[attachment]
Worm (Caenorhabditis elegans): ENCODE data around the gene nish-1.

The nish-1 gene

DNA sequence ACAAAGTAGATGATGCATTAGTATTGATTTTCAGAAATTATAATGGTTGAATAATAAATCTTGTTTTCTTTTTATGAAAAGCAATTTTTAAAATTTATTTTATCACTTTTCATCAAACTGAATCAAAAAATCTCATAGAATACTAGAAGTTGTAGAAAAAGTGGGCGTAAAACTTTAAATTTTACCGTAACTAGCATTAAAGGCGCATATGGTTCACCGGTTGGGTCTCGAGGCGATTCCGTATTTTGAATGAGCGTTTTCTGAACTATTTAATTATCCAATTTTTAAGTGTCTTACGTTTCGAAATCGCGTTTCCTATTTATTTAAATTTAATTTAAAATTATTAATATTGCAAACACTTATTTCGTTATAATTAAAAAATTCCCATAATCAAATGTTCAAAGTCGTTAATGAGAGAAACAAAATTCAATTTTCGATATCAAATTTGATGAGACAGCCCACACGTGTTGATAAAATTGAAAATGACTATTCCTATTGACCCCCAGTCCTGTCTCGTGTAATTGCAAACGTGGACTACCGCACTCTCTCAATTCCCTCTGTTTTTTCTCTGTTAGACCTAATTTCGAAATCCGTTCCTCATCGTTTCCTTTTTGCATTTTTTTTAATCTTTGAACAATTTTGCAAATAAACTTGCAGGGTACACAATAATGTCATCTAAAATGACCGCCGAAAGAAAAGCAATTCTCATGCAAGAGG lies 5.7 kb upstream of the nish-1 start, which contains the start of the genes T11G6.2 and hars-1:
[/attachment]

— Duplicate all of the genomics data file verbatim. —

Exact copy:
Worm (Caenorhabditis elegans): ENCODE data around the gene nish-1.

The nish-1 gene

DNA sequence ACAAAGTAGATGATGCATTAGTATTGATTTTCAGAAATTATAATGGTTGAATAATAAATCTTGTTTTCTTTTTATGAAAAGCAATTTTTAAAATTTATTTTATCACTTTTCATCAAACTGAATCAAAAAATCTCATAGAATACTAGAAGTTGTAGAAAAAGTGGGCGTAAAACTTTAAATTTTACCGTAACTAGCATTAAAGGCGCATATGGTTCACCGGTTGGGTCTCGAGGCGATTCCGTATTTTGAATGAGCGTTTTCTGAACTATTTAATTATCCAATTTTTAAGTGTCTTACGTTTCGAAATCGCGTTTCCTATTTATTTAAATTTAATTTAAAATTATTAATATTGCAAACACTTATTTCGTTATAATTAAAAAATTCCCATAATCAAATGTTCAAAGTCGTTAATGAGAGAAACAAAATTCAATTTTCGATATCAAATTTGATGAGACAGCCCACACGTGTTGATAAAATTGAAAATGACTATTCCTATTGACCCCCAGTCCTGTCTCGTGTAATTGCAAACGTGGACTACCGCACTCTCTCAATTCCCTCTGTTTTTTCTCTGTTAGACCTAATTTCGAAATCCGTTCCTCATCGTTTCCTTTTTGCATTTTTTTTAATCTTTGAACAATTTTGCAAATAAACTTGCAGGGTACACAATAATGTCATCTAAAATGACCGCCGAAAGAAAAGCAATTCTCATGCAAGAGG lies 5.7 kb upstream of the nish-1 start, which contains the start of the genes T11G6.2 and hars-1: